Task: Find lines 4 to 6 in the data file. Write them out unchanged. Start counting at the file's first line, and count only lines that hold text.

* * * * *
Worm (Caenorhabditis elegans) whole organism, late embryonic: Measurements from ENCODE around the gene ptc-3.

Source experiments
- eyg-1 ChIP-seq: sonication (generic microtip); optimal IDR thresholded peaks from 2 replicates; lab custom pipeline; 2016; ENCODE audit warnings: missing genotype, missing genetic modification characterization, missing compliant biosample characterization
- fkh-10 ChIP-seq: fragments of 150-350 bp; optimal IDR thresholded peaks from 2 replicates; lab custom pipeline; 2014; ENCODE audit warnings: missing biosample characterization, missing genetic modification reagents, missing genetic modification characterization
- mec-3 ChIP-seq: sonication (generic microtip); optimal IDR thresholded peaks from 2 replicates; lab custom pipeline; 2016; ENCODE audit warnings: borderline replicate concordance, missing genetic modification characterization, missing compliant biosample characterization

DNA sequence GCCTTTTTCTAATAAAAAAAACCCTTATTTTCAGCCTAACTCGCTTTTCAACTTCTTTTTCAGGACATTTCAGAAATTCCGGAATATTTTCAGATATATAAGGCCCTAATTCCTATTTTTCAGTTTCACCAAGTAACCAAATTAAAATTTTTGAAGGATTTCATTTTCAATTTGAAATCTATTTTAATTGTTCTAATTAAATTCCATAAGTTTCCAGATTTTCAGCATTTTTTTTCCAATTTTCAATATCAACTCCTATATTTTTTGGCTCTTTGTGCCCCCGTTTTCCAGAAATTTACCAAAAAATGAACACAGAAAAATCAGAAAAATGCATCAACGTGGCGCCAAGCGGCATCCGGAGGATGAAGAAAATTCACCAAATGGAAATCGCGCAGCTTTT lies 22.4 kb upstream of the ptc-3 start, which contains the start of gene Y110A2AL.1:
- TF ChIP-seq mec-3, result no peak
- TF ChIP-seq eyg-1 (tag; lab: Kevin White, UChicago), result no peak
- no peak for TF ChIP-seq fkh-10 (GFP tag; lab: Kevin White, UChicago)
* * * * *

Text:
- fkh-10 ChIP-seq: fragments of 150-350 bp; optimal IDR thresholded peaks from 2 replicates; lab custom pipeline; 2014; ENCODE audit warnings: missing biosample characterization, missing genetic modification reagents, missing genetic modification characterization
- mec-3 ChIP-seq: sonication (generic microtip); optimal IDR thresholded peaks from 2 replicates; lab custom pipeline; 2016; ENCODE audit warnings: borderline replicate concordance, missing genetic modification characterization, missing compliant biosample characterization

DNA sequence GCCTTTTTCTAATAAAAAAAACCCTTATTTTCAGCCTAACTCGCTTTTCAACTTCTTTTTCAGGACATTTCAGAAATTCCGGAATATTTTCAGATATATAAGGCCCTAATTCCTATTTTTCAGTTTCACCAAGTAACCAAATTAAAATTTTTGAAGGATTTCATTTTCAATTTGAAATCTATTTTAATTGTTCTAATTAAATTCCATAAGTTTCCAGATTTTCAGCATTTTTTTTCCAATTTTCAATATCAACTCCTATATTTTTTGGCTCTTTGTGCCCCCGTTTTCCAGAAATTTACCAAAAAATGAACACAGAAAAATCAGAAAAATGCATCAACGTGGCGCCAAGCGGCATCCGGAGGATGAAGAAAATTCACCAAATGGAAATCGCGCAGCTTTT lies 22.4 kb upstream of the ptc-3 start, which contains the start of gene Y110A2AL.1: